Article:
NIDA provides an online toolkit that advises teens and their adult advisors how to create an event, publicize it, find an expert, and obtain scientific information on drugs. This year, NIDA has merged its National Drug Facts Week website with its popular NIDA for Teens site, http://teens.drugabuse.gov/national-drug-facts-week. This will enable easier browsing between event planning tools and NIDA’s drug information fact sheets, which are designed with teen-friendly language and graphics. Event holders who register online will receive free booklets with science-based facts about drugs, including one of NIDA’s most in-demand teen publications, Drugs: Shatter the Myths. Also this year, NIDA offers three interactive tools that can be projected on large screens at events or used with mobile devices:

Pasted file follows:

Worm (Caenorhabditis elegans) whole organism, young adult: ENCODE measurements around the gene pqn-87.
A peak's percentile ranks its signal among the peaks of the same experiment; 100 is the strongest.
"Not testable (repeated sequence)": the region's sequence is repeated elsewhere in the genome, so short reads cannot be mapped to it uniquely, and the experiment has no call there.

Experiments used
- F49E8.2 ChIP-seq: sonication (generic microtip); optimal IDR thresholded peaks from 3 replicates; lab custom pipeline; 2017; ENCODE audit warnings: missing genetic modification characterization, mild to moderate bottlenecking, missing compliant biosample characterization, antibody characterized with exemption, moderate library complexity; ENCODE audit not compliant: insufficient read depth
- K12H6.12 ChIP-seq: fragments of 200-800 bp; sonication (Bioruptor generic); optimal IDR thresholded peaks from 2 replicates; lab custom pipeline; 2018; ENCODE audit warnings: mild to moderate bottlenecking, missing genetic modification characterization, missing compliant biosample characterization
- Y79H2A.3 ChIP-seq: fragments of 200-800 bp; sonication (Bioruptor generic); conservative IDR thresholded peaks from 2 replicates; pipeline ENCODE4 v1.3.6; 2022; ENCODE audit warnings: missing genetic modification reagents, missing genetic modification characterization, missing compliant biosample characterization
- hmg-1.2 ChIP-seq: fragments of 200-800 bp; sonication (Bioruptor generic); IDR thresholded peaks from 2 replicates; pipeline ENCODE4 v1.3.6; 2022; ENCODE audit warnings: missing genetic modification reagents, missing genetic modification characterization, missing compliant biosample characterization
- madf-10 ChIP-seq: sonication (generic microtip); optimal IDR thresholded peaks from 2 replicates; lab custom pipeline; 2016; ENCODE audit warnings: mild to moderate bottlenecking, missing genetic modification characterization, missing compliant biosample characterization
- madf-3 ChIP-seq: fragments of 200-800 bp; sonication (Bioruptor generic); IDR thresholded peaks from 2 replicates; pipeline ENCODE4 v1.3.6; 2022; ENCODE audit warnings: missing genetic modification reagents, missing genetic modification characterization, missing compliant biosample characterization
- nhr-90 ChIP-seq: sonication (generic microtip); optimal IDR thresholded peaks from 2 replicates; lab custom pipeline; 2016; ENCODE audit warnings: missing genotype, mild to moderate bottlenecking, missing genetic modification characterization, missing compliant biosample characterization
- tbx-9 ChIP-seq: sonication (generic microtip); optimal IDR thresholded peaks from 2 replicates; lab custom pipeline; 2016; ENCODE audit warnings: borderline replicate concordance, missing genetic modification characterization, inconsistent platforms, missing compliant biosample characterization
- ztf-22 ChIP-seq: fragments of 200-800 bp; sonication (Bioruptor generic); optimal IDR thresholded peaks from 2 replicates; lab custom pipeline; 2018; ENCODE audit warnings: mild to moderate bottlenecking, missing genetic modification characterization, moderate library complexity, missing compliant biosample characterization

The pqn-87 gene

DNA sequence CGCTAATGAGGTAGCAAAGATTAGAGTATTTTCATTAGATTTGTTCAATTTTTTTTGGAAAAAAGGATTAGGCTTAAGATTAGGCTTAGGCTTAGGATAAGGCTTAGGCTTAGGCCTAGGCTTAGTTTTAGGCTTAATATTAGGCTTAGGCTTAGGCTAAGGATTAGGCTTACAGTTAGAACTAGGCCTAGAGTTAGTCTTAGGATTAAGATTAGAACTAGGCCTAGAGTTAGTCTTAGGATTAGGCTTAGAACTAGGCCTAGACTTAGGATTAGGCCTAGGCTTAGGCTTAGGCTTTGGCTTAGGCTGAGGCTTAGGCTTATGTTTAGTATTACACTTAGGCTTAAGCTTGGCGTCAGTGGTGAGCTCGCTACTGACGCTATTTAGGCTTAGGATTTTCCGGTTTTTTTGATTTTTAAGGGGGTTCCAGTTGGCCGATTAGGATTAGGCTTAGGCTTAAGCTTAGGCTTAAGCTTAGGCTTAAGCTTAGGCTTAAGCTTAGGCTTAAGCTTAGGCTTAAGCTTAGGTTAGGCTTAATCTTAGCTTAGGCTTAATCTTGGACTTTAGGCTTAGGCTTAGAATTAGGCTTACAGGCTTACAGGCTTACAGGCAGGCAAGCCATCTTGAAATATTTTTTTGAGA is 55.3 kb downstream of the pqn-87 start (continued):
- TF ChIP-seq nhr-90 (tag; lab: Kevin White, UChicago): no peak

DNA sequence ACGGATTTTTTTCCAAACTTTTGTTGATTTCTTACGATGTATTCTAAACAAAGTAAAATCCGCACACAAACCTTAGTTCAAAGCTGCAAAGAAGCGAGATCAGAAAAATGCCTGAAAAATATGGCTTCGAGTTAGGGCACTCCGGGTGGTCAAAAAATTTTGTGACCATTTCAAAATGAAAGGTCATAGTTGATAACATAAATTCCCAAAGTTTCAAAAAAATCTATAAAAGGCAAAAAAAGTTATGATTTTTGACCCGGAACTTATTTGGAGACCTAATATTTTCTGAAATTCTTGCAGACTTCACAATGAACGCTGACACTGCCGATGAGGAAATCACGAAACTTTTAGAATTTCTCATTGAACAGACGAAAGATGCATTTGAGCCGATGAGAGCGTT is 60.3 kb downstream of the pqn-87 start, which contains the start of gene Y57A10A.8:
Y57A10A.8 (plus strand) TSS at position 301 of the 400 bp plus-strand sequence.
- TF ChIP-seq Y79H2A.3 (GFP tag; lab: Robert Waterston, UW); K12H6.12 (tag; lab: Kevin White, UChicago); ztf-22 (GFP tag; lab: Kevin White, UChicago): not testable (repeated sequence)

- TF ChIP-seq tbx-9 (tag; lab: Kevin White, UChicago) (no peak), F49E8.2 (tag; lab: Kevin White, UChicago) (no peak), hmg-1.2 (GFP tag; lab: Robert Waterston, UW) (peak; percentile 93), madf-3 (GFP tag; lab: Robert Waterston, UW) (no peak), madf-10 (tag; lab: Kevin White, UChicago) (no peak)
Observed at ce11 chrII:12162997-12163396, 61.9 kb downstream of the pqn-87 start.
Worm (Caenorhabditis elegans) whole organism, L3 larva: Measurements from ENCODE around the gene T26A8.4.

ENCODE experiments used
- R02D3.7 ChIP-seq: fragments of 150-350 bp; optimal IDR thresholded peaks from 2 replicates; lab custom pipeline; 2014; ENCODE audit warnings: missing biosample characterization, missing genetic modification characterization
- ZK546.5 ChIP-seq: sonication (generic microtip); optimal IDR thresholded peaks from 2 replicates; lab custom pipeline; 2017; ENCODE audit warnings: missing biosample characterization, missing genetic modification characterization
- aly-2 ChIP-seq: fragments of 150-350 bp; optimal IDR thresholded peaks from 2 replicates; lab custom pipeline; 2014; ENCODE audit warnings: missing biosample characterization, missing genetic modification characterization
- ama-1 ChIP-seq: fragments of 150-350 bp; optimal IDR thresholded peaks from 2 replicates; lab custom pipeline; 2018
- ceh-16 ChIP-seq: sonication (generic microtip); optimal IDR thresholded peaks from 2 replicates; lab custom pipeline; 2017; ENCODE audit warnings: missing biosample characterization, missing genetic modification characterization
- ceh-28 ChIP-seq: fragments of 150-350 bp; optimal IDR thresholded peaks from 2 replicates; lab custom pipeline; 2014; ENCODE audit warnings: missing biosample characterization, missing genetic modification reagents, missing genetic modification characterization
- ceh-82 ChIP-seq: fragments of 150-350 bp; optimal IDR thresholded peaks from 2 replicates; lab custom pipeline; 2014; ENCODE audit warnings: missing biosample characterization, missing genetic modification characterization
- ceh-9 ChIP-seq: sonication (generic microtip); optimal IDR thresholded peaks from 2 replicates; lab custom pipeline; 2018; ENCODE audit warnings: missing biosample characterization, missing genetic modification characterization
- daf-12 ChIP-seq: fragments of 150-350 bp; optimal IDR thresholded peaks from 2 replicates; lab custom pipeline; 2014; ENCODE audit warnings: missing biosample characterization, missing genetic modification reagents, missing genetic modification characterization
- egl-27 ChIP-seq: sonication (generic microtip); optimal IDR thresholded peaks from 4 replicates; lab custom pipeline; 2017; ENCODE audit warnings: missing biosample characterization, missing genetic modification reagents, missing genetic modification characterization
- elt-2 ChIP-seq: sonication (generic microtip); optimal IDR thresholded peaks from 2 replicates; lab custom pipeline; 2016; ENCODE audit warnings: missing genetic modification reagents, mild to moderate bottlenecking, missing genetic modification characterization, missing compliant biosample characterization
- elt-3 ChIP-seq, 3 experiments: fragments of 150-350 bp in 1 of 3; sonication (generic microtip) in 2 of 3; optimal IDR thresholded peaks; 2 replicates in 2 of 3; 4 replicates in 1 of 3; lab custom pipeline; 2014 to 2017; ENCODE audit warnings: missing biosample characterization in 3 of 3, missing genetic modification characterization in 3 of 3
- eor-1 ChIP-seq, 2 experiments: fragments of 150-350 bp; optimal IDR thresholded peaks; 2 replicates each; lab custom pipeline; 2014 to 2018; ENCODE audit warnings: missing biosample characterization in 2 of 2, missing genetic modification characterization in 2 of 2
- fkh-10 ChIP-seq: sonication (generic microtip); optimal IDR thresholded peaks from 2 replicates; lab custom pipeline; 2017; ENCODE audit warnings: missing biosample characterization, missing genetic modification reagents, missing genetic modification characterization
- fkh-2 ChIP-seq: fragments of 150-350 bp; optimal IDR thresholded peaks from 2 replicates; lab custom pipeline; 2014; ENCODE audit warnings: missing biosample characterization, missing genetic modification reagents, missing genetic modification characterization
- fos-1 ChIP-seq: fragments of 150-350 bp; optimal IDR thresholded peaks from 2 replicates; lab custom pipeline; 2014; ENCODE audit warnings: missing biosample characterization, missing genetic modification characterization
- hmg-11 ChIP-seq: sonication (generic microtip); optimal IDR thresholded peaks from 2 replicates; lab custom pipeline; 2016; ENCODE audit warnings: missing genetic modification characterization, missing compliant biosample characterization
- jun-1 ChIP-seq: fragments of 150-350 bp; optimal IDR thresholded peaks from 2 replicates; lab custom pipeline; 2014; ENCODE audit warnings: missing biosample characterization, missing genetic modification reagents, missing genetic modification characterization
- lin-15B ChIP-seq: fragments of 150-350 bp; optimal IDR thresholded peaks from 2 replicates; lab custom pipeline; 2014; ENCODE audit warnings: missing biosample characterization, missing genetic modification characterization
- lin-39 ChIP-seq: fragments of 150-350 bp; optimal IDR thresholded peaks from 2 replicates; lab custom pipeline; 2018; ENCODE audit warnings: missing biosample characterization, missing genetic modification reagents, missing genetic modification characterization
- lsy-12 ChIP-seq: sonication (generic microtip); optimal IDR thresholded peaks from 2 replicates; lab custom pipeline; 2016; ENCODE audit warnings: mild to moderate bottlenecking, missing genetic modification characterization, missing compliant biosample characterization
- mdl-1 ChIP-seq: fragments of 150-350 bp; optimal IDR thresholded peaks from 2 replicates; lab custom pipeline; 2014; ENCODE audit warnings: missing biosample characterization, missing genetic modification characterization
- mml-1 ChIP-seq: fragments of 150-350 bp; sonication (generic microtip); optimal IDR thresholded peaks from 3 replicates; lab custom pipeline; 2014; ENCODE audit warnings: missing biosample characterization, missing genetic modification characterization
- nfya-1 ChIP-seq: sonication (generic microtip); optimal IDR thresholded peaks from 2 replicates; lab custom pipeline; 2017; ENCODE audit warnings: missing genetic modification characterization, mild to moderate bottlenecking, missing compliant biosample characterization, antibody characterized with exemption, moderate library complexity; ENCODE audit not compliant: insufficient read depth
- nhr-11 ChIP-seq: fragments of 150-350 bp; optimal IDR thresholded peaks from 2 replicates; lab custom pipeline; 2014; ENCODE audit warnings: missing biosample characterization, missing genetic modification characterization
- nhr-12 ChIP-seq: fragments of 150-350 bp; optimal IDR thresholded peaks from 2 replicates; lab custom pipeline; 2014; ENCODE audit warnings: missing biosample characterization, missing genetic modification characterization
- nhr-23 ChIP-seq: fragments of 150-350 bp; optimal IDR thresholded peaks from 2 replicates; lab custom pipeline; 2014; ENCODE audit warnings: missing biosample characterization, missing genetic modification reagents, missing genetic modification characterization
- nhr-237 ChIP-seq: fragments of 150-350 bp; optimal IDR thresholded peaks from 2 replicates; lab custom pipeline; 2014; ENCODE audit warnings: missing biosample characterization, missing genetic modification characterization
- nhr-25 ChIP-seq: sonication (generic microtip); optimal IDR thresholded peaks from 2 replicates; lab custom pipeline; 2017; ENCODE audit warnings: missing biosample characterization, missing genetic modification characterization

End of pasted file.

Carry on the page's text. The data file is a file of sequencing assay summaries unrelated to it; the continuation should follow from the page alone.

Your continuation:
- The online 2015 National Drug IQ Challenge is a 12-question multiple choice quiz that teens and adults can take to test their knowledge about drugs. Past-year challenges can be found here: http://teens.drugabuse.gov/quiz/national-drug-facts-week/take-iq-challenge/2014. The 2015 challenge will be posted when it is available.
- Choose Your Path interactive videos encourage students to make decisions about the abuse of prescription drugs using scenarios from their everyday lives: http://teens.drugabuse.gov/peerx/choose-your-path.
- The interactive version of the popular poster Drugs + Your Body: It Isn’t Pretty highlights the effects drugs have on the teen body. It was created in partnership with Scholastic: http://www.scholastic.com/drugs-and-your-body/.
National Drug Facts Week is again supported by many federal agencies, including the White House Office of National Drug Control Policy (ONDCP); the National Institute on Alcohol Abuse and Alcoholism at NIH; the Office of Safe and Healthy Students in the U.S. Department of Education; the Substance Abuse and Mental Health Services Administration in the Department of Health and Human Services; the Drug Enforcement Administration (DEA) in the U.S. Department of Justice; and the U.S. Department of Housing and Urban Development. (HUD). Each agency will post National Drug Facts Week information on its website and encourage the development of special events linking experts to teens.